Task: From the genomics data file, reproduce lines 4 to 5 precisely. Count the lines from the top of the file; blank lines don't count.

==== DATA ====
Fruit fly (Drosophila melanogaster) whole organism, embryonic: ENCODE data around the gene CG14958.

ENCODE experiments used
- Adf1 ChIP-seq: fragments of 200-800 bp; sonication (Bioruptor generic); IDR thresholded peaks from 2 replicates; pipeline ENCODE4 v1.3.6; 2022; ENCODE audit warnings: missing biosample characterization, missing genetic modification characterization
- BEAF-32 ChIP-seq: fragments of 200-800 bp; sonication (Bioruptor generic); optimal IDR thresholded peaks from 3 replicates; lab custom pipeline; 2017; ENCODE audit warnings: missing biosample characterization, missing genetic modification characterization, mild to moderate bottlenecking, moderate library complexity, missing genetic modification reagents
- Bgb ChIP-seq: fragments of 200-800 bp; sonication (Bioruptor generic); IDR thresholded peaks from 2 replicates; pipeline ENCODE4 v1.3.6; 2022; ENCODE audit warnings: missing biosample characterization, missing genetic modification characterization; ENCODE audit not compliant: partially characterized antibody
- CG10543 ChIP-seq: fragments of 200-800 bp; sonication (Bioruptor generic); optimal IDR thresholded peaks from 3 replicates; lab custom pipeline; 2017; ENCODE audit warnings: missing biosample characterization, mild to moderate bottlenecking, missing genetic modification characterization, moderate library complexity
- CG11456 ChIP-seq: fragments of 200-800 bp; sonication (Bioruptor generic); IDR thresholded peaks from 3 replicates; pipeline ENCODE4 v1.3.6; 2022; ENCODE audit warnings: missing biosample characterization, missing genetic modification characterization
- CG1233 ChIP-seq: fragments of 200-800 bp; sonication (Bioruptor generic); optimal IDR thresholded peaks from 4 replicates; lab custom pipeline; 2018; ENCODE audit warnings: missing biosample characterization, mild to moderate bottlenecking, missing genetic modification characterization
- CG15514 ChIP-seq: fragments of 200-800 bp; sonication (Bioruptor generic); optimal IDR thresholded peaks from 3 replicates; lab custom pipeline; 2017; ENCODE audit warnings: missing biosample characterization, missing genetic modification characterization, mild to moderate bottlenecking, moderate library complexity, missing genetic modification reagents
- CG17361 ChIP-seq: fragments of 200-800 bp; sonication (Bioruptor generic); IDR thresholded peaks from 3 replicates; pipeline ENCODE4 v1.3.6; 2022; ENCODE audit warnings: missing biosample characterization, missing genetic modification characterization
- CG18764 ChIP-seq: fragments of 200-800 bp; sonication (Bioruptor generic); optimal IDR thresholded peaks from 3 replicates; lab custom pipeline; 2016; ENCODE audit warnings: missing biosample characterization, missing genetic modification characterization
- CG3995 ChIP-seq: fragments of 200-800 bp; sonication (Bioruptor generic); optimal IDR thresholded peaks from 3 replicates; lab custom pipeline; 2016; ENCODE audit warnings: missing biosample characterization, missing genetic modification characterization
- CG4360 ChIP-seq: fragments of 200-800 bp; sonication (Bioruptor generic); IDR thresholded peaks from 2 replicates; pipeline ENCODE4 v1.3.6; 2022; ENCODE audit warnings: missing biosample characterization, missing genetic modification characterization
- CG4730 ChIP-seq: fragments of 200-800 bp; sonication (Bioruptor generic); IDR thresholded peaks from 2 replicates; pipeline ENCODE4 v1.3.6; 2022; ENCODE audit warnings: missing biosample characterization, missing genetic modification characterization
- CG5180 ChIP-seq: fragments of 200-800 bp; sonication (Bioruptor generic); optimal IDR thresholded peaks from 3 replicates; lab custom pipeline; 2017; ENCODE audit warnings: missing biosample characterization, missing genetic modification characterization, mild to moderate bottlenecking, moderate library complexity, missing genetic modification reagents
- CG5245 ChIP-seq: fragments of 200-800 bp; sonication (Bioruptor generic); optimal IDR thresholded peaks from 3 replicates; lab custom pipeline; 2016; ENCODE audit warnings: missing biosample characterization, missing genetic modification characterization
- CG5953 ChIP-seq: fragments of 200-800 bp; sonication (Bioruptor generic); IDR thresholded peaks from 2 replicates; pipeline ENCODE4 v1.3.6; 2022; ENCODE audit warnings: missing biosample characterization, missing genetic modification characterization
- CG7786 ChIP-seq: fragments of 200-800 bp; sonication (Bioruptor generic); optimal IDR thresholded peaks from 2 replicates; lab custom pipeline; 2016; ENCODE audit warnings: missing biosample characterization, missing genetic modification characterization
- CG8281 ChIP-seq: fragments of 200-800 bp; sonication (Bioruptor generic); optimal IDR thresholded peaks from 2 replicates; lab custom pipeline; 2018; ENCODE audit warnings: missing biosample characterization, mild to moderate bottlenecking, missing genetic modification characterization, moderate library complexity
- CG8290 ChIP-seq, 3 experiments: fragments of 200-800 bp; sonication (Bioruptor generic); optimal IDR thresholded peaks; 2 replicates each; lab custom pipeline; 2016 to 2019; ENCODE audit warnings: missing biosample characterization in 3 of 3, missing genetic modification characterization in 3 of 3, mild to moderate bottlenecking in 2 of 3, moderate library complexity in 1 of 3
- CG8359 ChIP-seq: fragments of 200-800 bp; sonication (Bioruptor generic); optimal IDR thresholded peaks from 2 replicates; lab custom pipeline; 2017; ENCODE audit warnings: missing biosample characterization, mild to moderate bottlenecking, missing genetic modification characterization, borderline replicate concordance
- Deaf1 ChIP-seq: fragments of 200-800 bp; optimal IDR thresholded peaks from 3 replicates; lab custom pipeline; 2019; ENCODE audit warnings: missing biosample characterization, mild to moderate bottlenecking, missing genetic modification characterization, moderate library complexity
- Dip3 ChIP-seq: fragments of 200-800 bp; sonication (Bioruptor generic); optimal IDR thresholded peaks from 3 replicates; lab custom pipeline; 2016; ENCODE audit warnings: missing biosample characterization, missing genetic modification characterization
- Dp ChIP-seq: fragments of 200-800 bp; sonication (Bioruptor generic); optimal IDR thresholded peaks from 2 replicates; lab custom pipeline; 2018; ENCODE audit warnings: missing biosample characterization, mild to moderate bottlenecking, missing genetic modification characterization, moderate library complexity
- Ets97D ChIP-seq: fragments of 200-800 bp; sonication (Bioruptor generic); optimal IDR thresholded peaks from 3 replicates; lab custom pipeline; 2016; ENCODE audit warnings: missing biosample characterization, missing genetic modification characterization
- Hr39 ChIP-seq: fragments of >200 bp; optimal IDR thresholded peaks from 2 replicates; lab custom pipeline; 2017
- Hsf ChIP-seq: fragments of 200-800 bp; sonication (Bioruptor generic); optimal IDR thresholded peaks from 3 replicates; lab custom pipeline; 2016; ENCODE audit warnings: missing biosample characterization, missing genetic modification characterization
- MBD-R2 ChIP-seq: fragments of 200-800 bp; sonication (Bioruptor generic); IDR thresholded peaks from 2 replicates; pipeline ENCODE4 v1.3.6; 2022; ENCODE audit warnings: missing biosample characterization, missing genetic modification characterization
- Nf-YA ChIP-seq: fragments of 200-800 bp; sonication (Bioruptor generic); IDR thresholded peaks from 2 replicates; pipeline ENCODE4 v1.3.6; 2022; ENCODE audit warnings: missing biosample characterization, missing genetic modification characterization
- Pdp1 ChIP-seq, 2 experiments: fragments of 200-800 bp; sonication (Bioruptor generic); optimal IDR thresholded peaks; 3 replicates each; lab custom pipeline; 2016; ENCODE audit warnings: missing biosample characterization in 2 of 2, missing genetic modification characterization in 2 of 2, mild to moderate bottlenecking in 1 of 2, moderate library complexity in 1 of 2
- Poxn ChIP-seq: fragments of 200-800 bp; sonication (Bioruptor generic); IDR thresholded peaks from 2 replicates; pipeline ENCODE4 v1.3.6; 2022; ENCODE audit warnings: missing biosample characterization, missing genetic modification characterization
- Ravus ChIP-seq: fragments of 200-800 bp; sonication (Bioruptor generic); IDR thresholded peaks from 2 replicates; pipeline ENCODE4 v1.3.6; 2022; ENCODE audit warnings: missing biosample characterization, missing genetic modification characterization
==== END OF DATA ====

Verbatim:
- BEAF-32 ChIP-seq: fragments of 200-800 bp; sonication (Bioruptor generic); optimal IDR thresholded peaks from 3 replicates; lab custom pipeline; 2017; ENCODE audit warnings: missing biosample characterization, missing genetic modification characterization, mild to moderate bottlenecking, moderate library complexity, missing genetic modification reagents
- Bgb ChIP-seq: fragments of 200-800 bp; sonication (Bioruptor generic); IDR thresholded peaks from 2 replicates; pipeline ENCODE4 v1.3.6; 2022; ENCODE audit warnings: missing biosample characterization, missing genetic modification characterization; ENCODE audit not compliant: partially characterized antibody